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Proofreading for Grammatical Errors Help

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Updated on Aug 10, 2011

Practice exercises for this concept can be found at Proofreading for Grammatical Errors: Write Better Essays Practice Exercises.

Lesson Summary

Before you submit your essay, there's one more important step: proofreading. Good proofreading involves far more than a simple run of spell and grammar check on your computer. In fact, those programs are not foolproof, and therefore, a reliance on them alone to find your errors is a mistake. However, they are not a bad place to start. This lesson explains how to use these tools to your advantage, as well as how to find and correct the most common grammar and mechanics errors.

Studies on grammar- and spell-check programs show that they are more effective when used as a first (not final) step in proofreading. After you've clicked your mouse through grammar and spell check, print out a hard copy of your essay and complete proofreading steps 2 and 3: Check for errors in grammar and mechanics.

Limitations of Spell and Grammar Checkers

There is no excuse for not using spell- and grammar-check programs. They're fast and simple, and catch many common errors. However, they're not foolproof. Spell check has three important limitations you should be aware of:

  1. Non-Word versus Real-Word Errors
  2. Most of us think of spelling errors in the first category—that is, a string of letters that does not make a real word. You might type sevn instead of seven, or th for the. Spell check is an excellent tool for catching these types of mistakes. However, if you are discussing the seven years of piano lessons you have taken, and you leave off the s in the word seven, the result is even, which spell check won't flag, because even is correctly spelled.

    This is known as a real-word error. You have typed a legitimate, correctly spelled word; it's just not the word you meant to type, and it doesn't convey the meaning you intended. Spell check can't find these types of errors.

  3. Proper Nouns
  4. Spell check uses a dictionary that does not include most proper nouns and words in other categories, such as the names of chemicals. You can always add a word or words to the dictionary once you are sure of its spelling, but the first time, you will need to use another source (a reliable print one is best) to verify the spelling.

  5. Errors Spelled Similarly to Other Real Words
  6. If you misspell a word in such a way that it is now closer, letter by letter, to a word other than the one you intended, spell check will probably offer the wrong word as a correction. For example, if your essay includes a coffeehouse scenario, and you type the word expresso, spell check will correct the error with express rather than espresso. Similarly, alot will be corrected to allot. You must pay careful attention to spell check's suggested corrections to ensure the right selection.

Grammar-check programs are also effective but not foolproof. They can make two kinds of mistakes: missing errors, and flagging errors that are actually correct. The first problem, missing errors, is illustrated by the following examples. A grammar check on the following sentence did pick up the subject/verb agreement error (I is), but did not notice the participle error (I studying).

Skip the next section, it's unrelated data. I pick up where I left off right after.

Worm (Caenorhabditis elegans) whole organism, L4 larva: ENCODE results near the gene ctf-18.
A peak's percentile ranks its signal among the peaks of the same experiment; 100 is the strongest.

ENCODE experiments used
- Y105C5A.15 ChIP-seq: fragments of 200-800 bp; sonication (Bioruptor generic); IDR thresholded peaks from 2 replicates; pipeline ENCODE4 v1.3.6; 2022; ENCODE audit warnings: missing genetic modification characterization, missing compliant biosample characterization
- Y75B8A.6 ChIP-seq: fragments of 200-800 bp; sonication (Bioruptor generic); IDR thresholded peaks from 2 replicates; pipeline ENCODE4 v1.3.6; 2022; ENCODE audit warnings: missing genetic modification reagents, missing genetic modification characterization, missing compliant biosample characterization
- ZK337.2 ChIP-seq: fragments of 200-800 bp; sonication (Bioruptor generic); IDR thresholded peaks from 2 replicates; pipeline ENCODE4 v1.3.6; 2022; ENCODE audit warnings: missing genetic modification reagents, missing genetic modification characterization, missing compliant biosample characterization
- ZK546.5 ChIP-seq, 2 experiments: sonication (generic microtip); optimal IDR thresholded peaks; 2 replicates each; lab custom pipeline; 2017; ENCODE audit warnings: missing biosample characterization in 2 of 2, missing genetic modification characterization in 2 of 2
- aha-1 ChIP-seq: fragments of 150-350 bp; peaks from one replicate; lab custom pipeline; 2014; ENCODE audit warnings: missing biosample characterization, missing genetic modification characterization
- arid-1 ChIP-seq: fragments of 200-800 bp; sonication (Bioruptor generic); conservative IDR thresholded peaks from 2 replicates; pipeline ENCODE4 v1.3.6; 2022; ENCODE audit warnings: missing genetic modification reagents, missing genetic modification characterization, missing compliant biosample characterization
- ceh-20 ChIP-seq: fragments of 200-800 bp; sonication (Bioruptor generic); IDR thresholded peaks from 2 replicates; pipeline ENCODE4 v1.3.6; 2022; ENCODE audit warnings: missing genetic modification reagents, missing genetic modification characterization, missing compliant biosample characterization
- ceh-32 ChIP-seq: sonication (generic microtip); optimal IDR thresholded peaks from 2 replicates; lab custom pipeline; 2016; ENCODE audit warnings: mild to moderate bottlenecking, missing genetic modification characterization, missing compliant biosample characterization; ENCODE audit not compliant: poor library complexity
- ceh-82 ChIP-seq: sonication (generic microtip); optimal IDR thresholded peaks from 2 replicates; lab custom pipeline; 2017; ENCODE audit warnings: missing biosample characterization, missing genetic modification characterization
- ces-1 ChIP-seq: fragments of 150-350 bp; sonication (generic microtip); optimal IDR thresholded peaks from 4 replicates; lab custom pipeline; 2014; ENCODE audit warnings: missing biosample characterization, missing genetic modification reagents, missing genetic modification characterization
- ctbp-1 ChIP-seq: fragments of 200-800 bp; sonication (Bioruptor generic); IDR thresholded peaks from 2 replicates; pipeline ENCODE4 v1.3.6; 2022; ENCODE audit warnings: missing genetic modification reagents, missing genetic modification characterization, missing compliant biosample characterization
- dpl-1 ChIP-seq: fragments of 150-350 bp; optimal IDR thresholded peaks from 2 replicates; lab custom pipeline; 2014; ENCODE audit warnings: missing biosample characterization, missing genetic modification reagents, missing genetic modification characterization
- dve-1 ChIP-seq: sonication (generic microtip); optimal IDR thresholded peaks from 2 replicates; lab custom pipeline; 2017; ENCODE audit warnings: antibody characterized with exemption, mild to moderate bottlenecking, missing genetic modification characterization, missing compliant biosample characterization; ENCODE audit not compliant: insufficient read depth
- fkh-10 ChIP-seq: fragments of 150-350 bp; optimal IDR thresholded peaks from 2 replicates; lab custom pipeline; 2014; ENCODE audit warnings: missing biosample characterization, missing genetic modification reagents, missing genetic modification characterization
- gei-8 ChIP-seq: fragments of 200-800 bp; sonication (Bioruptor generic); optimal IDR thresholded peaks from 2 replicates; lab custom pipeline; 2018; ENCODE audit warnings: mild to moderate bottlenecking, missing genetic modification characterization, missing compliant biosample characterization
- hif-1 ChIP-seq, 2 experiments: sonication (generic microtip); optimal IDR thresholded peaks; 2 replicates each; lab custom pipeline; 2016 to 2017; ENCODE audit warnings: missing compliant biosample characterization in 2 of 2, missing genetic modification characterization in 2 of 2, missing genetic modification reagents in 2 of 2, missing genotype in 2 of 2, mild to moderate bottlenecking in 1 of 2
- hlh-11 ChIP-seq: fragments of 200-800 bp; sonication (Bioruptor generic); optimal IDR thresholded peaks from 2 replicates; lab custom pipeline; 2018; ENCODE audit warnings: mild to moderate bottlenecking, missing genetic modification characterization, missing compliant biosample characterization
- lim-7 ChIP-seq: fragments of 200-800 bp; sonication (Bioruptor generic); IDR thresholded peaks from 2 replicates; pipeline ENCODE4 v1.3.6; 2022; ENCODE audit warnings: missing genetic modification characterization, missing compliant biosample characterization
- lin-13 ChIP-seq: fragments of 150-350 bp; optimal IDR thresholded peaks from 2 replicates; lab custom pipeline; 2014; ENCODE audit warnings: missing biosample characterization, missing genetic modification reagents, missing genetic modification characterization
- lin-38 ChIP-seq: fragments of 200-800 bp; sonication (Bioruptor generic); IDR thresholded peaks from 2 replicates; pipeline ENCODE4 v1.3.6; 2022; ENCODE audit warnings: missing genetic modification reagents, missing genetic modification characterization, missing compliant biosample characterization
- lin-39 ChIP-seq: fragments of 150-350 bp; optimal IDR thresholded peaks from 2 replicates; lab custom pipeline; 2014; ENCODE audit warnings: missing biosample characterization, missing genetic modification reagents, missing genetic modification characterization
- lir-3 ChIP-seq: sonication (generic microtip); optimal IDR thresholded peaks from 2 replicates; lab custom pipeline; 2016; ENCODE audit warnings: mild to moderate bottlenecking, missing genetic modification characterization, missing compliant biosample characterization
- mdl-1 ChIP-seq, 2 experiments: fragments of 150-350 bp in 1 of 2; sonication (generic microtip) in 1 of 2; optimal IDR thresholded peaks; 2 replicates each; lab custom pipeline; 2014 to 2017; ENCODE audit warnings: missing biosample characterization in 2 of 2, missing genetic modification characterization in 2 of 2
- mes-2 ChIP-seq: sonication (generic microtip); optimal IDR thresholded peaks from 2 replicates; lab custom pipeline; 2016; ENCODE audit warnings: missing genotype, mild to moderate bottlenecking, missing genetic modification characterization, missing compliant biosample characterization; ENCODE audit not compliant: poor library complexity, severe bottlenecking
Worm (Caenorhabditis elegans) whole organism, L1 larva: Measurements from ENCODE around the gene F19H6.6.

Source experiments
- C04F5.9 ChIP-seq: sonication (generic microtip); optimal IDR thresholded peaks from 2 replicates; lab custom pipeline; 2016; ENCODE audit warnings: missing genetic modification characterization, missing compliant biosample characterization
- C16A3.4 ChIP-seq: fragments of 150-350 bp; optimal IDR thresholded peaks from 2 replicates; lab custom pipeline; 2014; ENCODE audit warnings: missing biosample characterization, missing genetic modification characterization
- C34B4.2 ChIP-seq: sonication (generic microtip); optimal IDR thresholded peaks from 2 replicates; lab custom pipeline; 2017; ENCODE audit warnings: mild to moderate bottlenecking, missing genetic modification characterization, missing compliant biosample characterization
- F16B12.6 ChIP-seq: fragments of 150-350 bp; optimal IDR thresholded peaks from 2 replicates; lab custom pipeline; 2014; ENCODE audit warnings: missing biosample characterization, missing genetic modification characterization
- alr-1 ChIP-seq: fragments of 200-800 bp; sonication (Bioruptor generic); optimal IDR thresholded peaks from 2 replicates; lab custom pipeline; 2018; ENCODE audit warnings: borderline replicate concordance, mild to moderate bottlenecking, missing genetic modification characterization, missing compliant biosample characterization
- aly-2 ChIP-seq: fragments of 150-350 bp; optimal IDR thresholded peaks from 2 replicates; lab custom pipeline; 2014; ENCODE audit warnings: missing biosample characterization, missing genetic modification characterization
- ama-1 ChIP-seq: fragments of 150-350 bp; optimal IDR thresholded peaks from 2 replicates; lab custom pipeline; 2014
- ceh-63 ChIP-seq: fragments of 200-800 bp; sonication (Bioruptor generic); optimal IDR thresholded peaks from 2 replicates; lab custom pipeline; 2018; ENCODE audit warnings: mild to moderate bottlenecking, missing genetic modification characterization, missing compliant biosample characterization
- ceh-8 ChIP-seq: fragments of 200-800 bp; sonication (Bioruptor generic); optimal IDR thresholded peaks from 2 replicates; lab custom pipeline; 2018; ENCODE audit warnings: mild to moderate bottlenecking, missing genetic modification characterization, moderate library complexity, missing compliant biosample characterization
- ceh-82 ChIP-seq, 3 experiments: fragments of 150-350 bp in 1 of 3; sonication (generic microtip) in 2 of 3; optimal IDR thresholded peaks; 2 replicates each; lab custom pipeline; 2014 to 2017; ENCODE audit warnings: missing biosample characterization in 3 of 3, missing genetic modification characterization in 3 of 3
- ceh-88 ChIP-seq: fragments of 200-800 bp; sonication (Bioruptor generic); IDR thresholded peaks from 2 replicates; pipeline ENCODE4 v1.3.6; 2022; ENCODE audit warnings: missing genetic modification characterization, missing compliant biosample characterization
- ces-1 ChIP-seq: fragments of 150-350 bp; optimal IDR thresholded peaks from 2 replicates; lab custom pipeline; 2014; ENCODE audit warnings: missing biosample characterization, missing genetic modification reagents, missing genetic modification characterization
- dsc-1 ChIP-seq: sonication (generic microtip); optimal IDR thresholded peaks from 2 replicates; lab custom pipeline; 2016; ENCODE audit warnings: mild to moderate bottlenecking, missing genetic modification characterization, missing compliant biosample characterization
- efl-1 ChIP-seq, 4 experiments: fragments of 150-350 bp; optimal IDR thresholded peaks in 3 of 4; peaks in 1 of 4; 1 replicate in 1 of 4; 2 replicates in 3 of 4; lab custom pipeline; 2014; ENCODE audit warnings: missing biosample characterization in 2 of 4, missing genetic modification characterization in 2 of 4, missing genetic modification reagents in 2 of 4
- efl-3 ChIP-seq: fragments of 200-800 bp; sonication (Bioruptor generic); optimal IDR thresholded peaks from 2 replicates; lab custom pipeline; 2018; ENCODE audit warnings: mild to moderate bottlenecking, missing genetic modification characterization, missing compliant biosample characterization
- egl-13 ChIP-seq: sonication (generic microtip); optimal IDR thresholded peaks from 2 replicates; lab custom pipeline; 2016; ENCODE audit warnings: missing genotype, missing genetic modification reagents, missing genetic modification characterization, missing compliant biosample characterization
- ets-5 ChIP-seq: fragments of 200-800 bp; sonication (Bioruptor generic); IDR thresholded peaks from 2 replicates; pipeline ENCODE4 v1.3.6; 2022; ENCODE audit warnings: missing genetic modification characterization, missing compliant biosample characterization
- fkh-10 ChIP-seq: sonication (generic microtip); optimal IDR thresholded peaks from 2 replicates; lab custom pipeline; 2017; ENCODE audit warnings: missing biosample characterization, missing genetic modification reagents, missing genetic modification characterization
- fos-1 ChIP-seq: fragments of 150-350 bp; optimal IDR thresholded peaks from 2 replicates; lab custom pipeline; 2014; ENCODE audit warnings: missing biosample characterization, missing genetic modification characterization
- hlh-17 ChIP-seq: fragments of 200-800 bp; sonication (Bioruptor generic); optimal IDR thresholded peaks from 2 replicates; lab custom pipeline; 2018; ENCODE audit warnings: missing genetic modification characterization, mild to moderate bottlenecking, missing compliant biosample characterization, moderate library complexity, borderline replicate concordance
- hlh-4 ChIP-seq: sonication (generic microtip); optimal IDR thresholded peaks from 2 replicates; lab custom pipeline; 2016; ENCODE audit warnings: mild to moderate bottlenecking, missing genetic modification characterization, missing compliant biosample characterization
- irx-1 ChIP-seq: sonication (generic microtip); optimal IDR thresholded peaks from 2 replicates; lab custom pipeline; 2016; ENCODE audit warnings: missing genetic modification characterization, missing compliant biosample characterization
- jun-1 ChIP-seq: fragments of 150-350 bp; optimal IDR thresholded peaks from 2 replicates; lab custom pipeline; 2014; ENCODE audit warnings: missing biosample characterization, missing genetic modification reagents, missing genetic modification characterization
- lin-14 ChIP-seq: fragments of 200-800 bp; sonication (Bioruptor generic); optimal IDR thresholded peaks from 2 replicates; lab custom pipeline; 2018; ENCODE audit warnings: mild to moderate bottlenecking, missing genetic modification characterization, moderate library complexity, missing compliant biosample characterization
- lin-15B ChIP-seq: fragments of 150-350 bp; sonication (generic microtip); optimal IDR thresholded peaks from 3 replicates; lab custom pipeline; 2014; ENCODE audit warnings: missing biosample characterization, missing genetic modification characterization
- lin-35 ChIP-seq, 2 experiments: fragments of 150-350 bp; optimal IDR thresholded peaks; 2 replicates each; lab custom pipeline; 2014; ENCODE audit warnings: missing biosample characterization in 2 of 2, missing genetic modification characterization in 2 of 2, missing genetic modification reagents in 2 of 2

I is ready to take the exam after I studying my notes and the textbook.

Similarly, the punctuation problems in the following sentence were not flagged.

The recipe, calls for fifteen ingredients and, takes too long to prepare.

When grammar check does highlight an error, be aware that it may in fact be correct. But if your knowledge of grammar is limited, you will not know whether to accept grammar check's corrections. To further complicate matters, you may be offered more than one possible correction, and will be asked to choose between them. Unless you are familiar enough with the specific problem, this may be no more than a guess. It is important to understand the type of error highlighted, and get more information if you are not sure about it.

Professional Proofreading Tricks
  1. Take your time. Studies show that waiting at least 20 minutes before proofreading your work can increase your likelihood of finding errors. Get up from your computer, take a break or move on to some other task, and then come back to your writing.
  2. Read backward. Go through your writing from the last word to the first, focusing on each individual word, rather than on the context.
  3. Ask for help. A pair of fresh eyes may find mistakes that you have overlooked dozens of times, and one or more of your colleagues or friends may be better at finding spelling and grammar errors than you are.
  4. Go under cover. Print out a draft copy of your writing, and read it with a blank piece of paper over it, revealing just one sentence at a time. This technique will encourage a careful line-by-line edit.
  5. Watch the speed limit. No matter which proofreading technique(s) you use, slow down. Reading at your normal speed will not give you enough time to spot errors.
  6. Know thyself. Keep track of the kinds of errors you typically make. Common spelling errors can be caught by spell check if you add the word or words to the spell-check dictionary. When you know what you are looking for, you are more likely to find it.
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